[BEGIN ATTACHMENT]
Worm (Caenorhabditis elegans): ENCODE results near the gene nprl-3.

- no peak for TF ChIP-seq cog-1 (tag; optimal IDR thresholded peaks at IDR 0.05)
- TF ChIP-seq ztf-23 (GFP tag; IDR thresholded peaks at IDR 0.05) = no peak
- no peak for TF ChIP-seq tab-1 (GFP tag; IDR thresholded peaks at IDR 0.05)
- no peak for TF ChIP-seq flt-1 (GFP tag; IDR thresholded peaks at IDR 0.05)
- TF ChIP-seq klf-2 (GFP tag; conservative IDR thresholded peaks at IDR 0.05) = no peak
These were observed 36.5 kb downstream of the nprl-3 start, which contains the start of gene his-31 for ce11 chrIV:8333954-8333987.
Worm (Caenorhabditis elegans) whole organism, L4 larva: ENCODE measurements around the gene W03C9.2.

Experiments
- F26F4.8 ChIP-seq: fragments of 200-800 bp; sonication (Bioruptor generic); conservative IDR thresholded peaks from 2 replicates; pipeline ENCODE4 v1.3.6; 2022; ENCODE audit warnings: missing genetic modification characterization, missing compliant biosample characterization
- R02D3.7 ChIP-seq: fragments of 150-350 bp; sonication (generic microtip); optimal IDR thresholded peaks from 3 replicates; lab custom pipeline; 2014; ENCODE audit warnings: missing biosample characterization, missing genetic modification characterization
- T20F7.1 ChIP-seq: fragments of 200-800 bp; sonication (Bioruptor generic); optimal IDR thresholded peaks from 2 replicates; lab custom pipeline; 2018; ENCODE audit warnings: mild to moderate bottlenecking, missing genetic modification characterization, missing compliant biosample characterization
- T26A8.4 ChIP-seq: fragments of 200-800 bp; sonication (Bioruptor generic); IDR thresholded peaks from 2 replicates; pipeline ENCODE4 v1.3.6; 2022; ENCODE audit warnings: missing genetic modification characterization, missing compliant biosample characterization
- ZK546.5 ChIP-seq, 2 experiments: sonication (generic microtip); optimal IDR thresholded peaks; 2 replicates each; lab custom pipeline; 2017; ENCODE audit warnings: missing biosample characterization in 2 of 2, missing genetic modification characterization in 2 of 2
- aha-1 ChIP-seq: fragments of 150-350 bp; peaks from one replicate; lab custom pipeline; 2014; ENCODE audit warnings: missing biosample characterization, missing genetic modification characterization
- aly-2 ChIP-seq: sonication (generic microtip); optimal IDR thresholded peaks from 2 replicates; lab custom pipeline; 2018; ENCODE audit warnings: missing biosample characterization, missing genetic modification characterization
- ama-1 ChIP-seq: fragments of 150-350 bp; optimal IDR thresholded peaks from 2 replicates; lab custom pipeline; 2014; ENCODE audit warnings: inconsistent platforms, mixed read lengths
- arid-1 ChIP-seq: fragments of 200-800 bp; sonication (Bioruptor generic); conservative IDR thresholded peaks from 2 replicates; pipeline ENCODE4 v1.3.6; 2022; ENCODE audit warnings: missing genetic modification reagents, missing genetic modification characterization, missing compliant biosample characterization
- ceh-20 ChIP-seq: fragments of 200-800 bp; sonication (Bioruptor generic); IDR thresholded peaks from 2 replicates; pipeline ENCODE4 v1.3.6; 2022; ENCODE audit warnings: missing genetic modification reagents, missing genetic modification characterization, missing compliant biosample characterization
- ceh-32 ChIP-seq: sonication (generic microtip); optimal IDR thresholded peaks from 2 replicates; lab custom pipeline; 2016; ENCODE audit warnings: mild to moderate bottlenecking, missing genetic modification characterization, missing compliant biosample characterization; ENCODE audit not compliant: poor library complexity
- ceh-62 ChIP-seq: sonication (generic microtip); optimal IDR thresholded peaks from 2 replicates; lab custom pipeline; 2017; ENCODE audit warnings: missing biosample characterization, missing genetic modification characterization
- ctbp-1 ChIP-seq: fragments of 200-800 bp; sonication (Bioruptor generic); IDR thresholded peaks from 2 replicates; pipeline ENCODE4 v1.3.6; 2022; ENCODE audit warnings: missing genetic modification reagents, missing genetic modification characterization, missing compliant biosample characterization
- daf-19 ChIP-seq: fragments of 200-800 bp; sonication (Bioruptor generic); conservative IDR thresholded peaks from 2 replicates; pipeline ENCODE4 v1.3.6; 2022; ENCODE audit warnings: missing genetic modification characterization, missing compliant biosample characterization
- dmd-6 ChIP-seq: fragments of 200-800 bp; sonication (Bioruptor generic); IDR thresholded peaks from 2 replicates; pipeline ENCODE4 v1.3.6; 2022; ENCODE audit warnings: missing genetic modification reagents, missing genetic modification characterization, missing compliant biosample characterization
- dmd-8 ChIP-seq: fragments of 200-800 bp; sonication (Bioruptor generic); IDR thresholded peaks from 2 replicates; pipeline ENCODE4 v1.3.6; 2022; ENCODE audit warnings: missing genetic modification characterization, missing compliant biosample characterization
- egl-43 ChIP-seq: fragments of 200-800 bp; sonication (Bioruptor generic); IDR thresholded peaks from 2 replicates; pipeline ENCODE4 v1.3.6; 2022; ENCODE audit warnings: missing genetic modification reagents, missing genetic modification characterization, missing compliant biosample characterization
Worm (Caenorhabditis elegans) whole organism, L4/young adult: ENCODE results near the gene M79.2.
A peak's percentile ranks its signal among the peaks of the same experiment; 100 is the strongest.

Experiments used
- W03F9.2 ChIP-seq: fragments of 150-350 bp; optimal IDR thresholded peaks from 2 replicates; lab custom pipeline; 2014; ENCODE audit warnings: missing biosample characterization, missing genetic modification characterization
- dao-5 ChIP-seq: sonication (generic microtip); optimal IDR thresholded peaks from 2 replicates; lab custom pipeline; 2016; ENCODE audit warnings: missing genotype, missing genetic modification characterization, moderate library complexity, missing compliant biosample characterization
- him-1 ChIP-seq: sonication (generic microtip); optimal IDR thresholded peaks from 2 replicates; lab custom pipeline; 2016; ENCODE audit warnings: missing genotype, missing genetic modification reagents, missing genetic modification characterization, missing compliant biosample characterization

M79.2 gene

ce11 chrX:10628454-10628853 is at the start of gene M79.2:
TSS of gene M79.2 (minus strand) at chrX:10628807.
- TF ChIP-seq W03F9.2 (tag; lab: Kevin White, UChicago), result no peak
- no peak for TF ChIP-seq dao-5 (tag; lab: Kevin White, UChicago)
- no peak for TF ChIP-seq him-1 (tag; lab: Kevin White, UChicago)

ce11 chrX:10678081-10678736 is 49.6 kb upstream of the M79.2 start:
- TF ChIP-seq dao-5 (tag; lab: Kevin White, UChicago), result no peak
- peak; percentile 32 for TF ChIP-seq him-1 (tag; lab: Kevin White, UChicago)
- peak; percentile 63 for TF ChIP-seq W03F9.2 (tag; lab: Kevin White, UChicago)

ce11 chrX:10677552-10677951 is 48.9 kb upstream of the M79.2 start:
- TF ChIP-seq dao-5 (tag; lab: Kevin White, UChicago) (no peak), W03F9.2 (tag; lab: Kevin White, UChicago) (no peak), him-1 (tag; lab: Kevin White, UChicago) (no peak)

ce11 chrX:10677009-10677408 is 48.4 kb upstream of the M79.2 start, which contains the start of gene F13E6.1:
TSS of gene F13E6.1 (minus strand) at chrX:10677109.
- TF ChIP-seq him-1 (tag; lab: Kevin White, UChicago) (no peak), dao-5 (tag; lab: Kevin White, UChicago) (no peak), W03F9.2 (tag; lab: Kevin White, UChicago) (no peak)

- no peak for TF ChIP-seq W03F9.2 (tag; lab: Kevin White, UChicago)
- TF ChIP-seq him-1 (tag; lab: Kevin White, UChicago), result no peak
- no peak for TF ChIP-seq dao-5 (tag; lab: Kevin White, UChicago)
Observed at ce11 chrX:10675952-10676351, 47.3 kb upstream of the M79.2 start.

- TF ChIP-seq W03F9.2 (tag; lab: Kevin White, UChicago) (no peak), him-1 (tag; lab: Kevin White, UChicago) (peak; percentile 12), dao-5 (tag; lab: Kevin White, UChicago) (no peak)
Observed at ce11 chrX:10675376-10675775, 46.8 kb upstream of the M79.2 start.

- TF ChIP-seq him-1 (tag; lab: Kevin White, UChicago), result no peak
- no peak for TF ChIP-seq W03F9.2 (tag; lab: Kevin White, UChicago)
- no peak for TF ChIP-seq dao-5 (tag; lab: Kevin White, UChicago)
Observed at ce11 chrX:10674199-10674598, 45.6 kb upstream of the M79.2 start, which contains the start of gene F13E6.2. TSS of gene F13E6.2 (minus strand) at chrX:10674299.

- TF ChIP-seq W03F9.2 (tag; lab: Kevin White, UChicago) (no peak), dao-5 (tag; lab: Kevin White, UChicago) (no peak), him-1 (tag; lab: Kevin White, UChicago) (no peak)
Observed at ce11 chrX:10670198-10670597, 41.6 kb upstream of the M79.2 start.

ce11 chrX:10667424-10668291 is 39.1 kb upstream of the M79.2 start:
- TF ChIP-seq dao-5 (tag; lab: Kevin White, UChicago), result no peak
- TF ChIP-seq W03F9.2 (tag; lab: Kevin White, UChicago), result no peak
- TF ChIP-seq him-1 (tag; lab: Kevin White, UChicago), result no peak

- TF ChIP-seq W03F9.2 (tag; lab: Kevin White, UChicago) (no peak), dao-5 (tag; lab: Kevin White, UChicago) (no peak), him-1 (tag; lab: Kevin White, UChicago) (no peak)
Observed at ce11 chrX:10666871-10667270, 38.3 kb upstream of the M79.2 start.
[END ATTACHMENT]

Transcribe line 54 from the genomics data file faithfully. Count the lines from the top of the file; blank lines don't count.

- TF ChIP-seq him-1 (tag; lab: Kevin White, UChicago), result no peak